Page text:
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Outside the Box

An Austin condo defies its confines and takes shape in a way that celebrates craft and materials.
 

IN THE DETIALS A luminous plaster panel connects the kitchen and dining room spaces. 

Rift-sawn oak floors, used throughout the condo, are a companion to the precisely detailed millwork in the master bedroom.
 

Lindsey Adelman’s Agnes chandelier shines a light on the dark walnut top of the Minotti dining table.

 

The finely grained rosewood paneling in the living room screen is repeated in the Ralph Pucci rosewood console in the dining room.  

The matte black Tom Dixon pendants in the kitchen are a dramatic contrast to the soft-white cabinetry

Blackened steel is featured throughout the home, including as an accent near the shower.

Rosewood returns as a theme in the cabinet below the bathroom vanity.  

You could say that a condo in a high-rise building is the embodiment of the first three dimensions, defined by length, width and height. But when it comes to dimensionality—the unquantifiable quality that bestows personality on the geometries that enclose the steel, concrete and glass space—most condominiums are sadly lacking. This was the conundrum faced by an architectural team commissioned to transform a 3,200-square-foot raw shell on the 29th floor of Austin’s downtown W Residences into a three-bedroom, three-bath home. “Unless the unit is on the corner, all we have are parallel planes with windows between a floor and a ceiling,” says Gary Furman.

The architect—along with Philip Keil, his partner in their eponymous firm—teamed with Wendy Dunnam Tita, director of interior architecture for the Austin firm Page, to transform an uninspired space into one that surpassed its physical limitations.

The homeowner and the architects weren’t about to let a small thing like walls and windows limit the design. And they certainly weren’t going to resort to the predictable space-defining default: rug and furniture placement. “A condo becomes an exercise in spacemaking and details,” says Keil. Fortunately, he had been studying the work of late Venetian architect Carlo Scarpa, who had a predilection for incorporating sensuous materials and fine craft into buildings, many of which were renovations of historically significant structures such as the Museo di Castelvecchio in Verona, Italy. “We were interested in how Scarpa joined materials such as gorgeous plasters, tiles and metals—the detailing is so rational that it sets up the rules of the project,” explains Keil.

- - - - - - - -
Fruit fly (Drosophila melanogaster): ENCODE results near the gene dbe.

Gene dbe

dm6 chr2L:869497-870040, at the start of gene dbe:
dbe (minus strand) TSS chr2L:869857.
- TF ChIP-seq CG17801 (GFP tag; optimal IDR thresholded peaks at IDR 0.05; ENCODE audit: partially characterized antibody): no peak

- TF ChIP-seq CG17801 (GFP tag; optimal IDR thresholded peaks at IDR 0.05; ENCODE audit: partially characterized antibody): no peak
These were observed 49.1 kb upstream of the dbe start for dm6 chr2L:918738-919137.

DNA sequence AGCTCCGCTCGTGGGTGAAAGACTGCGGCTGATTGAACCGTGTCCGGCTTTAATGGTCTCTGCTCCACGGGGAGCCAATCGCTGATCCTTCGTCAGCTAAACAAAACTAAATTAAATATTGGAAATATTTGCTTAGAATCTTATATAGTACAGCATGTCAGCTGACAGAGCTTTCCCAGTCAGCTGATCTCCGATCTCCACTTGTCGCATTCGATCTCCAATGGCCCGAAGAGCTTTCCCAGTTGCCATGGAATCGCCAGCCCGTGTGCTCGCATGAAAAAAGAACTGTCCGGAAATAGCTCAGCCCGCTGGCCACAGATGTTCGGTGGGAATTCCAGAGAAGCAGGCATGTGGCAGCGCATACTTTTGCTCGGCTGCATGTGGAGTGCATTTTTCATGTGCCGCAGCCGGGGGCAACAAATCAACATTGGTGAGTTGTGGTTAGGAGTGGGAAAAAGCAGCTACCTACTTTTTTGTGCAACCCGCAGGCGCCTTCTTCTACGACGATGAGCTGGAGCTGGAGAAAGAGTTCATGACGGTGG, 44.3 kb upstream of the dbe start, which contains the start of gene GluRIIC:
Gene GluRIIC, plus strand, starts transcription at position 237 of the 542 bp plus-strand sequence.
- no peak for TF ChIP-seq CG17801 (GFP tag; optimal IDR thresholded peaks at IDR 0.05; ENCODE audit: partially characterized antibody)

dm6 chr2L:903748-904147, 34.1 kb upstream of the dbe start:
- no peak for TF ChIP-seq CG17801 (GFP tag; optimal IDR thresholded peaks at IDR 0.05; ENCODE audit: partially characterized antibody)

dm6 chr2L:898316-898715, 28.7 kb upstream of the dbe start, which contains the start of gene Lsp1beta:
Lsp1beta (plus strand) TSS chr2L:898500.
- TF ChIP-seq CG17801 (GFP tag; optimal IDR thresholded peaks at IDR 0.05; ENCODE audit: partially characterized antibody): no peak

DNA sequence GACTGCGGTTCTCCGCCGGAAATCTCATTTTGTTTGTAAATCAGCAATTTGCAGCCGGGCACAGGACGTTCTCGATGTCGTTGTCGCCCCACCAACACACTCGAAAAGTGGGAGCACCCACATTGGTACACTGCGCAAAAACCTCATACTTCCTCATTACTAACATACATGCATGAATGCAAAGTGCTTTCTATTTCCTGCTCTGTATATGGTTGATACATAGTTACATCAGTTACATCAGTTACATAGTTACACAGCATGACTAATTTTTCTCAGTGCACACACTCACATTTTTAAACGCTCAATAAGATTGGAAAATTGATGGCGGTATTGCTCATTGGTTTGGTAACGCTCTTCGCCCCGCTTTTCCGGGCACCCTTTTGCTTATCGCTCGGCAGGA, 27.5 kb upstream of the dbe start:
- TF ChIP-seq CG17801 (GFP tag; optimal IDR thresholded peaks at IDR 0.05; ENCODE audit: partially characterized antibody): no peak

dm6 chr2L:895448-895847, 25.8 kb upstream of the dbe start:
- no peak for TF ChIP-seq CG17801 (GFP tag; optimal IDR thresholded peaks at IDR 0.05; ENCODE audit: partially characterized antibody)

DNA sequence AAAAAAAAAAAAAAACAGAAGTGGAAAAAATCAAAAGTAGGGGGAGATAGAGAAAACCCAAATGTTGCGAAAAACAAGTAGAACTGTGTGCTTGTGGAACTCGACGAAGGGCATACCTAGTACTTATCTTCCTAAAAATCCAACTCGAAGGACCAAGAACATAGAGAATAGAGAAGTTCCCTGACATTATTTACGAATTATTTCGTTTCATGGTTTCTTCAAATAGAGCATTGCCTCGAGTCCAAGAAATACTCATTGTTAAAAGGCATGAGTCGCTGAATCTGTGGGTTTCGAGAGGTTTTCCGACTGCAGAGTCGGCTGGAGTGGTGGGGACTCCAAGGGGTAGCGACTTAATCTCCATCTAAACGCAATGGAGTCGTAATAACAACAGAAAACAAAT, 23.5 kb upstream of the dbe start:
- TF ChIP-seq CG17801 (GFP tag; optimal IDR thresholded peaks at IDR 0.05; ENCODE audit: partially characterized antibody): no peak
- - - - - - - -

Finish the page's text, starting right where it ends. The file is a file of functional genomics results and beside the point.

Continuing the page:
“This was a chance,” says Dunnam Tita, “to bring the feeling of a crafted custom home to a downtown condominium setting.” Trained as an architect, Dunnam Tita worked with Keil and Furman to set the tone with color and materials. The team opted for a palette of tasty hues—shades of butter, mushroom and salt unify the separate spaces. “This isn’t an open floor plan,” notes Dunnam Tita. Instead, areas are delineated with screens, such as the one that sets apart the living room from the dining area and kitchen. The screen’s composition—squares and rectangles variously of rosewood, patinaed brass and plaster—repeats itself everywhere, probably most spectacularly in a giant “ribbon” of mushroom-colored plaster that starts at the kitchen wall and extends to the ceiling, where it then stretches into the dining room to become a flat canopy over the dining room table. Its cloudy plane connects the two rooms but also establishes an intimate space where dining occurs. The lustrous panel stops just before it reaches the floor-to-ceiling window and directs a visitor’s gaze into the cityscape.

The grid is a motif throughout the home, turning up in the precisely crafted rift-sawn oak built-ins in the living room, the built-ins behind the bed, and cabinets and an oversize frame around the vanity in the master bath. The rectangular panel is used most glamorously in the master bath’s shower. It is a monument to the rectangle, enclosed by slabs of seductively grained Silverthorn travertine marble. The travertine is another tribute to Scarpa, who was known for his imaginative use of the material. “Scarpa layered his interiors, and that was the approach we took for this condo,” says Keil. “It was a way we could add to the complex urban fabric.” For a condo in downtown Austin, the strategy produced a home that’s so much more than a wall of windows in an urban high-rise. Its brainy but sensual complexity pays homage to urban life, the power of which is revealed in measured doses of deeply thought-out interior architecture.